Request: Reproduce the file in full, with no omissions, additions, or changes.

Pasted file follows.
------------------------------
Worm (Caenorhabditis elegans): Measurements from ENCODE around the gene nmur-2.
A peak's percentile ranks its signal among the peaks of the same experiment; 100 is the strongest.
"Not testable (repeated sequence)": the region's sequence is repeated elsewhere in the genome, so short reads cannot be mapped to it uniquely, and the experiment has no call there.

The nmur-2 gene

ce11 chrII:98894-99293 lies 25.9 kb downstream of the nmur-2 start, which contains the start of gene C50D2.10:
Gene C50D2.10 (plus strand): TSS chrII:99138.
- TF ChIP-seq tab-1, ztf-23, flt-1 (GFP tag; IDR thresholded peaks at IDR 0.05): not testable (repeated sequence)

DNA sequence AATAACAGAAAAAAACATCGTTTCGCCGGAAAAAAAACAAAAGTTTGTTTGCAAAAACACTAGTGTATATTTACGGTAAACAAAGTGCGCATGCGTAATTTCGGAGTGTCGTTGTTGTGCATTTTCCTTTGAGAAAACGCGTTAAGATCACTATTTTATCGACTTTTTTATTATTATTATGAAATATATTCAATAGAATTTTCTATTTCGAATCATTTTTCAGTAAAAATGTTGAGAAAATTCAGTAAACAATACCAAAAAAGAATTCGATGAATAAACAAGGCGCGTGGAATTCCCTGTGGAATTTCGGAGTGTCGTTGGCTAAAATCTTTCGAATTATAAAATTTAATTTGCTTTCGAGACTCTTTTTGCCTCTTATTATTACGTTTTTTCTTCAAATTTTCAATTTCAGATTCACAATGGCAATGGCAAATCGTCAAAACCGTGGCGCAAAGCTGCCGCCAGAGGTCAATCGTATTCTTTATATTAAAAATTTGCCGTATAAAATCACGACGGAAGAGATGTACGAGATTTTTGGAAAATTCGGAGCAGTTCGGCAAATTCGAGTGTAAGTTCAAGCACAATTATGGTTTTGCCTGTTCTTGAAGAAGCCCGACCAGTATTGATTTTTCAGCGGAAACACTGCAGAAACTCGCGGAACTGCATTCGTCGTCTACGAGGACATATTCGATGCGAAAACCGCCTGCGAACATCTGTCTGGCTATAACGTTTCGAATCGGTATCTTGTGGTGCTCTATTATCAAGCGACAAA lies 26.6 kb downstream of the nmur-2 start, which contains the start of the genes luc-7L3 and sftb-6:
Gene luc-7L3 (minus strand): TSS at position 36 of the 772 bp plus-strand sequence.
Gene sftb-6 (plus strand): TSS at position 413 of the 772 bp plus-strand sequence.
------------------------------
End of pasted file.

Worm (Caenorhabditis elegans): Measurements from ENCODE around the gene nmur-2.
A peak's percentile ranks its signal among the peaks of the same experiment; 100 is the strongest.
"Not testable (repeated sequence)": the region's sequence is repeated elsewhere in the genome, so short reads cannot be mapped to it uniquely, and the experiment has no call there.

The nmur-2 gene

ce11 chrII:98894-99293 lies 25.9 kb downstream of the nmur-2 start, which contains the start of gene C50D2.10:
Gene C50D2.10 (plus strand): TSS chrII:99138.
- TF ChIP-seq tab-1, ztf-23, flt-1 (GFP tag; IDR thresholded peaks at IDR 0.05): not testable (repeated sequence)

DNA sequence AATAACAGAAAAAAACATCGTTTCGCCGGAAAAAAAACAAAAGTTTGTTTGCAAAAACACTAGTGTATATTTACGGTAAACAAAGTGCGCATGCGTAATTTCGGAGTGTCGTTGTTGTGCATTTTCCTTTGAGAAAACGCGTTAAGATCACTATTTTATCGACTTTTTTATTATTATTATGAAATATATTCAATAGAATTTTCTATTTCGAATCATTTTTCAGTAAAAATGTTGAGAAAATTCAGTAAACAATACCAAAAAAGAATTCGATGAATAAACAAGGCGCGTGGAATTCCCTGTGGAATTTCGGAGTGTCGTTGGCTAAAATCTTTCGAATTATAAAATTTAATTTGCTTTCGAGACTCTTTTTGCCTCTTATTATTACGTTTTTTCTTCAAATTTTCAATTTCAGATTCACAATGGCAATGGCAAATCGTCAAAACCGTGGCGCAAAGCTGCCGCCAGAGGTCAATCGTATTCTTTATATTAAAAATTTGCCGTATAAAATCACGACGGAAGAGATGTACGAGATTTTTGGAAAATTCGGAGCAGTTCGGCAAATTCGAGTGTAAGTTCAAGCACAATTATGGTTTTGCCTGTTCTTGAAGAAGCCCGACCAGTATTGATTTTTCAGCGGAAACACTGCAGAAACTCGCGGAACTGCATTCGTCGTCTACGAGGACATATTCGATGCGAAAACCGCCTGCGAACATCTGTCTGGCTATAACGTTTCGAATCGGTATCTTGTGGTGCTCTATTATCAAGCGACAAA lies 26.6 kb downstream of the nmur-2 start, which contains the start of the genes luc-7L3 and sftb-6:
Gene luc-7L3 (minus strand): TSS at position 36 of the 772 bp plus-strand sequence.
Gene sftb-6 (plus strand): TSS at position 413 of the 772 bp plus-strand sequence.